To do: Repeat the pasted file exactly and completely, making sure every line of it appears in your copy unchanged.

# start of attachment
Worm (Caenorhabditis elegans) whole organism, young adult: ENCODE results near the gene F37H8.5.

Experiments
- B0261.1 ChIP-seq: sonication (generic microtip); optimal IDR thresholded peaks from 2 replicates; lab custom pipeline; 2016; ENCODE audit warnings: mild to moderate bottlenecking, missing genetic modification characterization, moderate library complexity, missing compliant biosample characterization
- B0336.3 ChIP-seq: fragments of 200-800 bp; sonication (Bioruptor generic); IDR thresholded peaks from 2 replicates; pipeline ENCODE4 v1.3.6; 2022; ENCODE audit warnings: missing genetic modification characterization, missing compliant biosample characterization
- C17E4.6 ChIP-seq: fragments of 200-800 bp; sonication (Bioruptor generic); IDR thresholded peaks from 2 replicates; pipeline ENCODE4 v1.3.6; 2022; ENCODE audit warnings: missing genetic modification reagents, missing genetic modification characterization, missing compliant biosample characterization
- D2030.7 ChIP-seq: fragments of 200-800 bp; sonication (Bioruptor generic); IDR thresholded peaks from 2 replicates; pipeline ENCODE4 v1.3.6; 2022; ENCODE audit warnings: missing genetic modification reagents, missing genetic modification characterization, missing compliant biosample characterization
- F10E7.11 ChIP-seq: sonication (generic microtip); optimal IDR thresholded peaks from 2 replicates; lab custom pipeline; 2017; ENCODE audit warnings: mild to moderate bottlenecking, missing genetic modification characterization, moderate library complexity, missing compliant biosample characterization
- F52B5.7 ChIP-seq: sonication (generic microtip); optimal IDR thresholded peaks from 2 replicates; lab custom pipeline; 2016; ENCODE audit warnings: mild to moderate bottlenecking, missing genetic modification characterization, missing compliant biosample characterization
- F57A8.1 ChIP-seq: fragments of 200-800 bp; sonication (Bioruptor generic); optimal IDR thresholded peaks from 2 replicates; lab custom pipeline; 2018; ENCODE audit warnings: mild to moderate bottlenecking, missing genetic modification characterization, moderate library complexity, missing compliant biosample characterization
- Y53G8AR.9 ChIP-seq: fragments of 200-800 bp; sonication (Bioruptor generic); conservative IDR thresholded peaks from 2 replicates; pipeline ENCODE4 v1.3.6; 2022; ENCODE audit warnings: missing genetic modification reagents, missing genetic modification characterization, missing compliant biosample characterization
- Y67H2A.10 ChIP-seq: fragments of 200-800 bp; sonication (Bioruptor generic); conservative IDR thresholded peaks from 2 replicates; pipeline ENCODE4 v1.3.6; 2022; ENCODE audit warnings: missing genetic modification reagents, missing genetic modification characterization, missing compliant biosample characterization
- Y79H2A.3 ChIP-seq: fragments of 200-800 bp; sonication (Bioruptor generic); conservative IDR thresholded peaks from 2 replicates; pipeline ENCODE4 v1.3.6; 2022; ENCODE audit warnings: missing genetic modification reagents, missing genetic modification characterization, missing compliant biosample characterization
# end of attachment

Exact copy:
Worm (Caenorhabditis elegans) whole organism, young adult: ENCODE results near the gene F37H8.5.

Experiments
- B0261.1 ChIP-seq: sonication (generic microtip); optimal IDR thresholded peaks from 2 replicates; lab custom pipeline; 2016; ENCODE audit warnings: mild to moderate bottlenecking, missing genetic modification characterization, moderate library complexity, missing compliant biosample characterization
- B0336.3 ChIP-seq: fragments of 200-800 bp; sonication (Bioruptor generic); IDR thresholded peaks from 2 replicates; pipeline ENCODE4 v1.3.6; 2022; ENCODE audit warnings: missing genetic modification characterization, missing compliant biosample characterization
- C17E4.6 ChIP-seq: fragments of 200-800 bp; sonication (Bioruptor generic); IDR thresholded peaks from 2 replicates; pipeline ENCODE4 v1.3.6; 2022; ENCODE audit warnings: missing genetic modification reagents, missing genetic modification characterization, missing compliant biosample characterization
- D2030.7 ChIP-seq: fragments of 200-800 bp; sonication (Bioruptor generic); IDR thresholded peaks from 2 replicates; pipeline ENCODE4 v1.3.6; 2022; ENCODE audit warnings: missing genetic modification reagents, missing genetic modification characterization, missing compliant biosample characterization
- F10E7.11 ChIP-seq: sonication (generic microtip); optimal IDR thresholded peaks from 2 replicates; lab custom pipeline; 2017; ENCODE audit warnings: mild to moderate bottlenecking, missing genetic modification characterization, moderate library complexity, missing compliant biosample characterization
- F52B5.7 ChIP-seq: sonication (generic microtip); optimal IDR thresholded peaks from 2 replicates; lab custom pipeline; 2016; ENCODE audit warnings: mild to moderate bottlenecking, missing genetic modification characterization, missing compliant biosample characterization
- F57A8.1 ChIP-seq: fragments of 200-800 bp; sonication (Bioruptor generic); optimal IDR thresholded peaks from 2 replicates; lab custom pipeline; 2018; ENCODE audit warnings: mild to moderate bottlenecking, missing genetic modification characterization, moderate library complexity, missing compliant biosample characterization
- Y53G8AR.9 ChIP-seq: fragments of 200-800 bp; sonication (Bioruptor generic); conservative IDR thresholded peaks from 2 replicates; pipeline ENCODE4 v1.3.6; 2022; ENCODE audit warnings: missing genetic modification reagents, missing genetic modification characterization, missing compliant biosample characterization
- Y67H2A.10 ChIP-seq: fragments of 200-800 bp; sonication (Bioruptor generic); conservative IDR thresholded peaks from 2 replicates; pipeline ENCODE4 v1.3.6; 2022; ENCODE audit warnings: missing genetic modification reagents, missing genetic modification characterization, missing compliant biosample characterization
- Y79H2A.3 ChIP-seq: fragments of 200-800 bp; sonication (Bioruptor generic); conservative IDR thresholded peaks from 2 replicates; pipeline ENCODE4 v1.3.6; 2022; ENCODE audit warnings: missing genetic modification reagents, missing genetic modification characterization, missing compliant biosample characterization